I am not interested in your proposed dilemma about the grains of sand required to make a heap. But just one broomstick handle rammed up a prisoner’s anal passage, one punch, one dog bite or one session on the waterboard counts as torture.

    In Hitchens’ statement, this reality is bypassed with weasel words and empathy only for the pain felt by the US government:

    “…a time when accusations of outright torture are helping to besmirch and discredit the United States all around the world…”

    Not only is this coming from someone famous for denouncing “casuistry when I see it”, it is also from someone who has in fact, offered consistent apologetics for official US internment and torture policy for a few years now, and has attacked its critics, such as Amnesty International in vile terms (sympathy for al-Qa’ida etc.). (See, for instance ‘Unspeak’ pp180-2 for examples).

    “Convenient how? Convenient for whom?”

    For the torturers, John. Convenient because weasel words allow George Bush to claim that his administration does not authorise torture when it blatantly does.

    “Hitchens, it seems to me, wants to close that sort of loophole or at least be alive to it. It is you, it seems to me, who wants to keep it open.”

    Yeah, Steven, why are trying to keep legal avenues to torture open? I’m shocked! No, hang on a minute, that doesn’t make any sense…

  20. 20  Steven  December 20, 2007, 1:09 am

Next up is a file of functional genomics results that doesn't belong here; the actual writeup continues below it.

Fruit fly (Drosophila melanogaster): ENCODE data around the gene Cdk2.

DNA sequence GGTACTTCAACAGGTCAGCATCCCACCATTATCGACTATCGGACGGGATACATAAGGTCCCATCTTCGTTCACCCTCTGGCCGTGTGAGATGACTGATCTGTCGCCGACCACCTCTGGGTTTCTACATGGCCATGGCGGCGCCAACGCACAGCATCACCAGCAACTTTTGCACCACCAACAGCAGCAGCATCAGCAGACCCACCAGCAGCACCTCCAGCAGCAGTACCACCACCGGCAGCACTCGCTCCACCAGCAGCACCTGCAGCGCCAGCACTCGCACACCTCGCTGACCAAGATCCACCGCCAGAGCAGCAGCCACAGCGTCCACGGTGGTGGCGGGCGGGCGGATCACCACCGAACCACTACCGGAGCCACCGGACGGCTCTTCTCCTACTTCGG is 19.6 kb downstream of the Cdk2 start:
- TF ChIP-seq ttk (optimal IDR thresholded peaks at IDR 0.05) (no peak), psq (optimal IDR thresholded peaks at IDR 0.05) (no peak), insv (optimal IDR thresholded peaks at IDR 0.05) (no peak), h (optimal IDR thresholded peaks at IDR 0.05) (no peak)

It’s like watching someone use a minigun to kill a tiny and annoying but pathetically defenceless beetle!

    A propos the question:

    who on the left talks about international affairs like it’s a game of chess?

    Yes, it’s an interesting point. I suppose Stalin probably did, but I can’t think of anyone off the top of my head nowadays. And how does this tie into the famous “domino” analogy? And has anyone spoken of international affairs in terms of backgammon or Operation?

  21. 21  dsquared  December 20, 2007, 11:14 am 

    I have an as yet unwritten post suggesting that what international relations desperately need is fewer chess players and more backgammon players, precisely because the nearly the whole skill of backgammon at any level above the most basic is in recognising the difference between a bad but salvageable situation and a lost position that needs to be abandoned (notoriously, there is no standard of checker-play that can make up for mistakes with the doubling cube in the long run).

  22. 22  Alex Higgins  December 20, 2007, 12:51 pm 

    “It’s like watching someone use a minigun to kill a tiny and annoying but pathetically defenceless beetle!”

    It had it coming.

  23. 23  Steven  December 20, 2007, 3:28 pm 

    Oh, I agree, it was begging for it!

    Dsquared, you tease us with another of your classic unwritten posts. One day you could write a book containing descriptions of all the brilliant blog posts you have not as yet written. It would be like Borges meets George Steiner (who has a book coming out in the new year about the books he didn’t write).

  24. 24  Andrew  December 21, 2007, 1:16 am 

    Is bombing the shite out of Iraq with depleted uranium bombing the shite out of Iraq with depleted uranium or liberating the people and spreading democracy? Is Hitchens a truthless, gutless, fascist apologist or a loathsome coward and an idiot? All these words- we are spoilt for choice.